"I would be most content if my children grew up to be the kind of people who think decorating consists mostly of building enough bookshelves. "--Anna Quindlen
I know plenty of people who are content to check a book out of the library, read it, and return it. Some are patient enough to put their names on a waiting list there for a particular title, content to wait until it returns. Others that I know buy paperbacks by the dozens, read them, then pass them along to schools or to Goodwill.
I have a strange and wonderful relationship with my books. I'm not particularly fussy about whether they are hardback or paperback, new or used. I do collect a number of signed first editions, which for future value should be hardback, but I also buy plenty of paperbacks from used bookstores or from half.com. Most often, I want to keep them after I am finished. I love to lend them to friends, but I also hope for their safe return.
About the time we moved to this house, I left my position teaching high school in a spacious room with a whole wall of shelves I had accumulated over the years. When I moved to the community college, I had a cubicle in the bullpen I shared with five other instructors. I gave away some books--sharing YA novels with the new teacher I had mentored, passing on duplicates, and such. Most, however, came home in boxes and have moved from my garage to the attic. My husband has been frustrated by the clutter; I have been frustrated when trying unsuccessfully to find any one particular book.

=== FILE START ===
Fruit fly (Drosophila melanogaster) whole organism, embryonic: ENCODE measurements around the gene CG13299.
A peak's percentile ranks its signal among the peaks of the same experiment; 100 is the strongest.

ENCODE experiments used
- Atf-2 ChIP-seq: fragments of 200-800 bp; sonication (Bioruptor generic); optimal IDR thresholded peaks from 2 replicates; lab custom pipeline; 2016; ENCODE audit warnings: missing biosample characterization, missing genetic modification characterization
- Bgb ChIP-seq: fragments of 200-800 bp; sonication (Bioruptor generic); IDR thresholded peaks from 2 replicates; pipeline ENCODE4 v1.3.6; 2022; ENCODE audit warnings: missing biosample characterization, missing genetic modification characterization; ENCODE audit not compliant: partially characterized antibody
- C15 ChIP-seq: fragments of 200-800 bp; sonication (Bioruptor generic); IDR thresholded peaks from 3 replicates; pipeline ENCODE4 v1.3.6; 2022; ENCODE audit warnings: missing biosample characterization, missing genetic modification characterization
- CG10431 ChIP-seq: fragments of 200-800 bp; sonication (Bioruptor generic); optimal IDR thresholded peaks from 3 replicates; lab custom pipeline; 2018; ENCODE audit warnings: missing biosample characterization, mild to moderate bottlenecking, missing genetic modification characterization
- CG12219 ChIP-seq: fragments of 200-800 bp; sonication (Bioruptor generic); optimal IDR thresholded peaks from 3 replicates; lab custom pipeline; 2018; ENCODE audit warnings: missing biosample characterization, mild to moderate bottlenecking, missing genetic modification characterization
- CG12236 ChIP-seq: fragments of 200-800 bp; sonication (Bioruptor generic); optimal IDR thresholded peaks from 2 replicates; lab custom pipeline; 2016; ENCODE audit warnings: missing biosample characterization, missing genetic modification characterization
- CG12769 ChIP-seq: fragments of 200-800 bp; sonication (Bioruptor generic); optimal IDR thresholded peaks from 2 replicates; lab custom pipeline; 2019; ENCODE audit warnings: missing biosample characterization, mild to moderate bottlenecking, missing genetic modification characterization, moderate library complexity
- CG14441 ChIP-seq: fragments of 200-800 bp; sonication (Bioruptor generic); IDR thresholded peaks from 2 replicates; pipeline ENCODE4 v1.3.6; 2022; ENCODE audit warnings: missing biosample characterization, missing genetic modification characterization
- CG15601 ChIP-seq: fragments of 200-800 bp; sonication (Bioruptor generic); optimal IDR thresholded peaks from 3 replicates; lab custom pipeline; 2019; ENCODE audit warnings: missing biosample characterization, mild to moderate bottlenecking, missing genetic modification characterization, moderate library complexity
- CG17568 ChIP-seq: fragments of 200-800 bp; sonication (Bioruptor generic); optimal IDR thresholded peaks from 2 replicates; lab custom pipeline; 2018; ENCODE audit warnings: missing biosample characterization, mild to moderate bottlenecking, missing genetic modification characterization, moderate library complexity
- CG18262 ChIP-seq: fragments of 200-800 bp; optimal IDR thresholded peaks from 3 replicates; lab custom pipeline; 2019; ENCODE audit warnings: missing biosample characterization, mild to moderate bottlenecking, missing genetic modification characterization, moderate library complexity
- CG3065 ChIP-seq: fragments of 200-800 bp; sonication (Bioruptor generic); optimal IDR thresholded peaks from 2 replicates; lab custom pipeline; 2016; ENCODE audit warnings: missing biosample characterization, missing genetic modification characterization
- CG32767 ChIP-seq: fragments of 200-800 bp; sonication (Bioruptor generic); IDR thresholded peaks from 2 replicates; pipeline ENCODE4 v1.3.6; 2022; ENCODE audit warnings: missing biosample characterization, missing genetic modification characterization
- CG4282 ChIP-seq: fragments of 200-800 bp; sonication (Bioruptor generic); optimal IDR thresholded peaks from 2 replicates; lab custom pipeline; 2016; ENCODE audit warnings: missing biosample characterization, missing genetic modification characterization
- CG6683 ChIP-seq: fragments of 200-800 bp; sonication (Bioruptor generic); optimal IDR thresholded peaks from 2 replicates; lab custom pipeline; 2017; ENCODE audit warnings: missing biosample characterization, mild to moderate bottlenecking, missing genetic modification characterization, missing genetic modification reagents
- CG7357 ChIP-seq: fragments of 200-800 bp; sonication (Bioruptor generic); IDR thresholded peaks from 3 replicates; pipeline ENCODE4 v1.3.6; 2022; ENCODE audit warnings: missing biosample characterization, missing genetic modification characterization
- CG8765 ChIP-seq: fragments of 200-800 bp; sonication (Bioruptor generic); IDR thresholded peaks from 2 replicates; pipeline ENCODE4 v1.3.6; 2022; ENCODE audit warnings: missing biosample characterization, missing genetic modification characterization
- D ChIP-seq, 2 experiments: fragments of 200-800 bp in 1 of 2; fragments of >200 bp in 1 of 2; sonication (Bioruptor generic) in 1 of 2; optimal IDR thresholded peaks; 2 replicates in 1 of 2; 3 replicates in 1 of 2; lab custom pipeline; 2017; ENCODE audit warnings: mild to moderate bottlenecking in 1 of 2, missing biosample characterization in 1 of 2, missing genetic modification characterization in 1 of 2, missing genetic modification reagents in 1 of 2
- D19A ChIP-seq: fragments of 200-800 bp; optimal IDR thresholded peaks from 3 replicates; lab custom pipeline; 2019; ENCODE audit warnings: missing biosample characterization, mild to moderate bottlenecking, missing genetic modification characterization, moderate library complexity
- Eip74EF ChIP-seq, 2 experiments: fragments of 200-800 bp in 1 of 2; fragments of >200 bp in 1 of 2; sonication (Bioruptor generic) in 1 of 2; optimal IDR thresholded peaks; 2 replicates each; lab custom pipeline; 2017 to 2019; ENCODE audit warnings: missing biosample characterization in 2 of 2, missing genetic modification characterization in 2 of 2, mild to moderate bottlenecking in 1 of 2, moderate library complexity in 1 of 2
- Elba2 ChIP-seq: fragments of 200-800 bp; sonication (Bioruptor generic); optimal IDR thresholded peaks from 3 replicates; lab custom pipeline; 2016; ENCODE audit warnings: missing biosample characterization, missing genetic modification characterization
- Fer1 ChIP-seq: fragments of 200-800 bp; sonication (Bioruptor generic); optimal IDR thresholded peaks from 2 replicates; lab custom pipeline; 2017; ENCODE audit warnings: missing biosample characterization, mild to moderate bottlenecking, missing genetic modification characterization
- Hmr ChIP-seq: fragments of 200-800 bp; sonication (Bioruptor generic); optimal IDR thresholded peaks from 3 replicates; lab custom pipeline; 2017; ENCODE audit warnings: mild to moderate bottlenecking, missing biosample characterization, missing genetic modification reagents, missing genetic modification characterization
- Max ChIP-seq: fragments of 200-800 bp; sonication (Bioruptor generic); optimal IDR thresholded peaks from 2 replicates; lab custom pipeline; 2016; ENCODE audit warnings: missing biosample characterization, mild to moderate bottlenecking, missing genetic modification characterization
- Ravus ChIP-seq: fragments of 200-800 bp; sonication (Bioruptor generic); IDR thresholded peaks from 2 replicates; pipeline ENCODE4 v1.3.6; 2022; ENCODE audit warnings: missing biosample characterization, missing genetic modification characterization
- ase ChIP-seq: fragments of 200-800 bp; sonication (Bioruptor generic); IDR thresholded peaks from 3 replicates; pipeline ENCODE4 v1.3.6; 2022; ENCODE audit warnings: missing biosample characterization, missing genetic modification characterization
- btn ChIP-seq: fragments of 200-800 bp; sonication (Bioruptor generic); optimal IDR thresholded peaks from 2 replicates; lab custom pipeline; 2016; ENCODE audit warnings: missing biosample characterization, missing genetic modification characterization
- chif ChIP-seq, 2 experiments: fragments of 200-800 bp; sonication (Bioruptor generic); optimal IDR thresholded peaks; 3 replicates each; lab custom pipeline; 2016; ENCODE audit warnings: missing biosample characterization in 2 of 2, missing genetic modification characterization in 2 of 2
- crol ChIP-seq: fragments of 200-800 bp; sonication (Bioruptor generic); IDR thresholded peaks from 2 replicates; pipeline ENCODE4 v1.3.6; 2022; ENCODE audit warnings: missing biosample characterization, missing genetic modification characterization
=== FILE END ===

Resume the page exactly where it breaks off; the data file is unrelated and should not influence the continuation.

Over the last two weeks, we have (or at least our carpenter/painter has) completed a wall of new bookshelves in an alcove of the master bedroom. If the daughter on Father of the Bride was disappointed with a blender from her beloved, I hate to think how she would have responded to bookshelves. I couldn't be more delighted.
Now I am trying to establish a system I can maintain. Do I separate fiction from nonfiction? Books read from those unread? Should I organize by author or by theme? My other shelves in our home office will retain the books I use specifically for teaching. I have my worn mass market paperbacks there. (Many have my name pencilled in from high school or college. Some I have loved and taught repeatedly are rubberbanded. These maybe less picture perfect, but they have character--and history.) My oversized books have a place there too.
I'm taking my time filling the new shelves, moving books from the attic not by the boxload but by armfuls, like a mama cat with her kittens. I look forward next to having time to sit down and read.
**Here, too, is my contribution to "Teaser Tuesdays":
from The Graveyard Book by Neil Gaimann:
"You failed, Jack. You were meant to take care of them all. That included the baby. Especially the baby."